The coronavirus epidemic is giving authorities exceptional powers that in countries with fragile democracies are exacerbating social tensions or problems that were previously under international criticism.RELATED
Guayaquil, the economic capital of Ecuador and one of the main outbreaks of the epidemic in Latin America – the area with the most cases behind Brazil – has witnessed two days of police violence against the city’s poorest population, where People live on the street trade, mainly, crowded into tiny houses and in environments of crime and marginality. In Guayaquil, the local population denounces the unworthy conditions suffered by the victims of the virus and their families, with coffins that remain in houses for days without anyone moving them or bodies wrapped in sheets that accumulate in streets and ditches.
Speaking to eldiario.es, Adrián Tarín, a Spanish professor of social communication at the National University of Ecuador and a journalist in a community media, relates that after the announcement of measures to alleviate the progression of the virus, both in poor neighborhoods and in the wealthy nobody complied with the recommendations so the police decided to intervene.
“It was the forces of order themselves that recorded and posted the scenes on social networks, where you can see how they are forced to do physical exercise but also combine it with blows with whips, sticks or belts,” he explains. “There have been cases of people having their faces painted, their hair cut, in the middle of the street.”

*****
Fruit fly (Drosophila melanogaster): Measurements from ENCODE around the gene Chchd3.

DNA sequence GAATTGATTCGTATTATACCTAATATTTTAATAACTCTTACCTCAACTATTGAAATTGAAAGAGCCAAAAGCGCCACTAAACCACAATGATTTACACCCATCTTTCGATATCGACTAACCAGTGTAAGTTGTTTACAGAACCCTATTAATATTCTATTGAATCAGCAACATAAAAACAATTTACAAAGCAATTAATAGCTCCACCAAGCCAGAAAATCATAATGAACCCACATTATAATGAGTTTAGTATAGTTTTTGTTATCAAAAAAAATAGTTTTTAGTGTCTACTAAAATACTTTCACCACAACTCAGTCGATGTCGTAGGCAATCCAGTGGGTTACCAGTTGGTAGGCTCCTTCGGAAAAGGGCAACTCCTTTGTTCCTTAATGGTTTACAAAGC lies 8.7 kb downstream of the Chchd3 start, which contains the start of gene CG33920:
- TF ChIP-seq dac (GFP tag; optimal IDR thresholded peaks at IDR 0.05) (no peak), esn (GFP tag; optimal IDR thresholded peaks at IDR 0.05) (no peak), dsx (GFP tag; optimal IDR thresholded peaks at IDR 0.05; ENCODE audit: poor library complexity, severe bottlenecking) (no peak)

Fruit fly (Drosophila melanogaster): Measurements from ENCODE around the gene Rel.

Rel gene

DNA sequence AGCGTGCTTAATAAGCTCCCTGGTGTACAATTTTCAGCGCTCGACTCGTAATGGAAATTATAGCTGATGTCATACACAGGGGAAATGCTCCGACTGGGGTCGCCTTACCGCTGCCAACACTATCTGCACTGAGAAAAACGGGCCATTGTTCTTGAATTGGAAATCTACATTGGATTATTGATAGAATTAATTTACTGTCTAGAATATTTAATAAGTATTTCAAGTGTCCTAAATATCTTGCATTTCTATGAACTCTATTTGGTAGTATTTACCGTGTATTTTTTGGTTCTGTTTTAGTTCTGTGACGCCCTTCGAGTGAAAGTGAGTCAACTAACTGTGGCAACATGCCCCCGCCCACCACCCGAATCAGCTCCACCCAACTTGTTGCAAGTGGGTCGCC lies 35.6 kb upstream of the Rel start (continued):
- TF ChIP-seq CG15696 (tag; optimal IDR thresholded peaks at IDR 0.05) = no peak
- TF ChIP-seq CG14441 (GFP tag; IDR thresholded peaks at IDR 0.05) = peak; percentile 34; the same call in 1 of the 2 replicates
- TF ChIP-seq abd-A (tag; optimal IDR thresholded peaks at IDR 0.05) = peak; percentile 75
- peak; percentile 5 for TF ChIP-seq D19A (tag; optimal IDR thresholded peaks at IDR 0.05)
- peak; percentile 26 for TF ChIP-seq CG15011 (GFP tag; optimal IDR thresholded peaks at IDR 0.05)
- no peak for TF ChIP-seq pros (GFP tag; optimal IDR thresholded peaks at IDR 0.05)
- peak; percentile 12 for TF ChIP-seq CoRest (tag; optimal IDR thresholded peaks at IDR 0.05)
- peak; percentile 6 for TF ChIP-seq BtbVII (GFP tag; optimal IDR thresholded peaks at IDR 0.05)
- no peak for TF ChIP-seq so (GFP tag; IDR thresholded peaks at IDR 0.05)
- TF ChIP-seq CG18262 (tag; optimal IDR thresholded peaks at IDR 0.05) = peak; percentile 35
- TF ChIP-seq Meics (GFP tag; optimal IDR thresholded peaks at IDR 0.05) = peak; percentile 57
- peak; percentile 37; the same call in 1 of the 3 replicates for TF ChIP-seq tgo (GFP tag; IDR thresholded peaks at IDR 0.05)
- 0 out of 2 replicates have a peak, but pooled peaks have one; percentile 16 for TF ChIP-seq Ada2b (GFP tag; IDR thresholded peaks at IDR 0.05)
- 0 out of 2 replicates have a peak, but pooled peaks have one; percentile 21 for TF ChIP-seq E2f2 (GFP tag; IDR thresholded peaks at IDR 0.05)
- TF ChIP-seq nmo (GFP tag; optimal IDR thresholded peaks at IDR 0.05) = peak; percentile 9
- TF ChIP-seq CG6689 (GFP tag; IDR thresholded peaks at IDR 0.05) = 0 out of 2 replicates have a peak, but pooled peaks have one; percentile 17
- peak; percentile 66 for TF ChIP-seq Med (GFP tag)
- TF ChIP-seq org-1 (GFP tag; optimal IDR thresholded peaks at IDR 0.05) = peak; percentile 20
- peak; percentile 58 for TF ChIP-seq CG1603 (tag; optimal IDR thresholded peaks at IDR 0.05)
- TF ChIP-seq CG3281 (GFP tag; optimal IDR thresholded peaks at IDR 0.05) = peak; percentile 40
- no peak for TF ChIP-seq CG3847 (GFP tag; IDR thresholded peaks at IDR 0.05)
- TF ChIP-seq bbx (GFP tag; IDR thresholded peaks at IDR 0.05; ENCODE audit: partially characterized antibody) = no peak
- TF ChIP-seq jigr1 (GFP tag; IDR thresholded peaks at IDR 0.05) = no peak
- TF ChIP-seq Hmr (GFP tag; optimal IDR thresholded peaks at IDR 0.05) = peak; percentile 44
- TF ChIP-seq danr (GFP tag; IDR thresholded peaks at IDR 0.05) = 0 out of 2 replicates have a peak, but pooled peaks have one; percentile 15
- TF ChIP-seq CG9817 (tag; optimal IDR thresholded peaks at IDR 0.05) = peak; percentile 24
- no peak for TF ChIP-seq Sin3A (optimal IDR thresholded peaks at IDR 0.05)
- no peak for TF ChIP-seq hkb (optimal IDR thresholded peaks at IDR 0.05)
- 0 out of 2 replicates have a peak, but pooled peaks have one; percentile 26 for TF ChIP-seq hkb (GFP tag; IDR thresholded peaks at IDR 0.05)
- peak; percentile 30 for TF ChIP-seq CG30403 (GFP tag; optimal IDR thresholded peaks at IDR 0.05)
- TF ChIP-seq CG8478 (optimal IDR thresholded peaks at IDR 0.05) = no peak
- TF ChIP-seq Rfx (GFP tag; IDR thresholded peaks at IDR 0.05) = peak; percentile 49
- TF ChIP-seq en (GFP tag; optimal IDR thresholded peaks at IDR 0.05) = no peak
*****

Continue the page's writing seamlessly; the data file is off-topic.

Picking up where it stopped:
After the images began to circulate to other parts of the country they stopped transcending. “It may continue to happen but there is no record of it because it is not reported,” says Adrián Tarín.
Ecuador began to apply containment measures since mid-March and has progressively increased the restrictions. Now there is a curfew between 2 in the afternoon and 5 in the morning. The rest of the day people are allowed to leave to go to essential jobs and the purchase of basic necessities, according to the identification number, to avoid crowds. In addition, in Guayaquil there is a strong militarization of the streets and a closure of the city to which only supply transport has access.
In India, which announced the confinement of 1.3 billion people last week, police are spraying workers returning from large cities to their places of origin to quarantine with chemicals in what appears to be an attempt to disinfect them before enter their localities. According to the local newspaper Indian express, a sodium hypochlorite solution was used, a product used for cleaning swimming pools and which can cause burns to the skin, eyes and lungs.